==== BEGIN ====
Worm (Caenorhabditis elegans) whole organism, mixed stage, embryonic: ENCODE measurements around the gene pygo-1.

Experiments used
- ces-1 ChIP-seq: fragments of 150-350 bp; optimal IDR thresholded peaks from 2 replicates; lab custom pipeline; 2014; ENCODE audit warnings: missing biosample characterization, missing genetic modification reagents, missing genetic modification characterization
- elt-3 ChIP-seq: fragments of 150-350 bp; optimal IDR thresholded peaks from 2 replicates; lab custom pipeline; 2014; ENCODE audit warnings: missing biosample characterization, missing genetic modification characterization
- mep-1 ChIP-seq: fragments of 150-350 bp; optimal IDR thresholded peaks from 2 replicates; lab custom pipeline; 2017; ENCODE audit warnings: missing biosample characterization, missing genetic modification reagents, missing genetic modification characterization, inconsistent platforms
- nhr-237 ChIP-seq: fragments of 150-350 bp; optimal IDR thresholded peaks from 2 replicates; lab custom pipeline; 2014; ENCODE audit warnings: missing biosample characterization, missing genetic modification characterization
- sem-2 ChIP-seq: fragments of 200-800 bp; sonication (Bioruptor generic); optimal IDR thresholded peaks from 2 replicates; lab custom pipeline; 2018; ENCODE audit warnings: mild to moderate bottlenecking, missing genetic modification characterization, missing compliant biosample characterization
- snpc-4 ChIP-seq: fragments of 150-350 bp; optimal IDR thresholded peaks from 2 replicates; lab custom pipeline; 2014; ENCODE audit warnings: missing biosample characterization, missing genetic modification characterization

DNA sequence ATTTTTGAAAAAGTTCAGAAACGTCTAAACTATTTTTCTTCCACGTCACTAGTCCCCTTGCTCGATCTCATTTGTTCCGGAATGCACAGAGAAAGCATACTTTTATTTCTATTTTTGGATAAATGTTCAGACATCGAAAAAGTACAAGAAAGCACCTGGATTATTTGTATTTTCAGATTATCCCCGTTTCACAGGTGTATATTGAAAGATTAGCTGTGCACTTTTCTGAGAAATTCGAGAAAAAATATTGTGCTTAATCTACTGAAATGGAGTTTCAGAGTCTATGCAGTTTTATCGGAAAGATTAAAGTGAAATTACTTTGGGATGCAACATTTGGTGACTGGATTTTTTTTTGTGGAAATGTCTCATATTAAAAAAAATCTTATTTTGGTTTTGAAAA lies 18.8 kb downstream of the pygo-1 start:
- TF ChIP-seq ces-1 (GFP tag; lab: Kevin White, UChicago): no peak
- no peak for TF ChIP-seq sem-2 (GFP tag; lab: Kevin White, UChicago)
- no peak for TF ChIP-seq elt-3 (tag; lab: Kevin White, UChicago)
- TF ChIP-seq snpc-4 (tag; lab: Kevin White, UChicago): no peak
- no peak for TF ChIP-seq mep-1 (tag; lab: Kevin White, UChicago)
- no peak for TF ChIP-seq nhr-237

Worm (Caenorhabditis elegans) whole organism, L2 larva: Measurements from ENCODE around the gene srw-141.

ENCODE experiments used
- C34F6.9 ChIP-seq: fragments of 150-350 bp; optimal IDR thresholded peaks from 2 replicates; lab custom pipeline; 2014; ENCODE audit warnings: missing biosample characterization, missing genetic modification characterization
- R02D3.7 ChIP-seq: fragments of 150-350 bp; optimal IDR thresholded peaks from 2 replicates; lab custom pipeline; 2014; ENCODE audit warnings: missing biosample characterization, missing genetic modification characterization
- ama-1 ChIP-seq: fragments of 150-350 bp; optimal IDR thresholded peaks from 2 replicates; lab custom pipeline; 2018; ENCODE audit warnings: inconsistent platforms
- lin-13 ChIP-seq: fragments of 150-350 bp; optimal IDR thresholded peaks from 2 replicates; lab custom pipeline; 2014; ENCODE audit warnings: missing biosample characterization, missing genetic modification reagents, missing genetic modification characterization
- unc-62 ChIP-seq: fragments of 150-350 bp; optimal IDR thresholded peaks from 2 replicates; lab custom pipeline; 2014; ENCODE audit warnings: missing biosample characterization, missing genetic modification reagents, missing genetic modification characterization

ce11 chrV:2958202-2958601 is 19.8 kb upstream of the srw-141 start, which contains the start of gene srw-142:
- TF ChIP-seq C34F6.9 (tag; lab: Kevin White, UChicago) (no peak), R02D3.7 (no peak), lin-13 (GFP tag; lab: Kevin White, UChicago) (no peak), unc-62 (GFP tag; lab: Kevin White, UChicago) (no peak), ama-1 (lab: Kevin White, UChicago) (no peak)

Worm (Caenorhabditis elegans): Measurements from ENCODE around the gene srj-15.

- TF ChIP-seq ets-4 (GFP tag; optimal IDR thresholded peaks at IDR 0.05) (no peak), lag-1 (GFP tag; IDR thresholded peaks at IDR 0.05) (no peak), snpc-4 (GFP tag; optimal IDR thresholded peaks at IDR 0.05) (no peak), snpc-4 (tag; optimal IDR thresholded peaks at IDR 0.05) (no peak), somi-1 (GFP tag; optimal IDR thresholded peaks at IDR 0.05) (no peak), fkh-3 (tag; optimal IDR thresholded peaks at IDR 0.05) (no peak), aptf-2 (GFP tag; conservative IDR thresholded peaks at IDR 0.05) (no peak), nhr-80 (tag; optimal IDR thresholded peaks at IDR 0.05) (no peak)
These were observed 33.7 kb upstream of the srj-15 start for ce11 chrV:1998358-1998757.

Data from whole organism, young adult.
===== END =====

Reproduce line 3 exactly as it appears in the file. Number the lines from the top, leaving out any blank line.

- ces-1 ChIP-seq: fragments of 150-350 bp; optimal IDR thresholded peaks from 2 replicates; lab custom pipeline; 2014; ENCODE audit warnings: missing biosample characterization, missing genetic modification reagents, missing genetic modification characterization